Page:The Works of Lord Byron (ed. Coleridge, Prothero) - Volume 3.djvu/352

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and happier solution of the difficulty, a coalescing with Rogers, and, if possible, Moore {Life, 1892, p. 257, note 2), "into a joint invasion of the public" (Letter to Moore, July 8, 1814, Letters, 1899, iii. 102). But Rogers hesitated, and Moore refused to embark on so doubtful a venture, with the result that, as late as the 3rd of August, Byron thought fit to remonstrate with Murray for " advertising Lara and Jacqueline, and confessed to Moore that he was "still demurring and delaying and in a fuss" (Letters, 1899, iii. 115, 119). Murray knew his man, and, though he waited for Byron's formal and ostensibly reluctant word of command, "Out with Lara, since it must be" (August 5, 1814, Letters, 1899, iii. 122), he admitted (August 6, Memoir of John Murray, 1891, i. 230) that he had "anticipated his consent," and " had done everything but actually deliver the copies of Lara," "The moment," he adds, " I received your letter, for for it I waited, I cut the last cord of my aerial work, and at this instant 6000 copies are sold." Lara, a Tale; Jacqueline, a Tale, was published on Saturday, August 6, 1814.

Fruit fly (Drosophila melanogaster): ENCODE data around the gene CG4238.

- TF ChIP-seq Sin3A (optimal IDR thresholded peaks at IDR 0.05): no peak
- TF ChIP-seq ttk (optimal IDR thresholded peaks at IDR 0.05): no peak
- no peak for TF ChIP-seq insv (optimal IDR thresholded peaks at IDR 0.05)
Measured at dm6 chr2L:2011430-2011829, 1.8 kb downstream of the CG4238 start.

Jacqueline is a somewhat insipid pastoral, betraying the influence of the Lake School, more especially Coleridge, on a belated and irresponsive disciple, and wholly out of place as contrast or foil to the melodramatic Lara.

No sooner had the "lady," as Byron was pleased to call her, played her part as decoy, than she was discharged as emerita. A week after publication (August 12, 18 14, Letters, iii. 125) Byron told Moore that "Murray talks of divorcing Larry and Jacky—a bad sign for the authors, who will, I suppose, be divorced too. . . . Seriously, I don't care a cigar about it." The divorce was soon pronounced, and, contrary to Byron's advice (September 2, 18 14, Letters, iii. 131), at least four separate editions of Lara were published during the autumn of 1814.

The "advertisement" to Lara and Jacqueline contains the plain statement that "the reader . . . may probably regard it [Lara] as a sequel to the Corsair"—an admission on the author’s part which forestalls and renders nugatory any prolonged discussion on the subject. It is evident that Lara is Conrad, and that Kaled, the "darkly delicate" and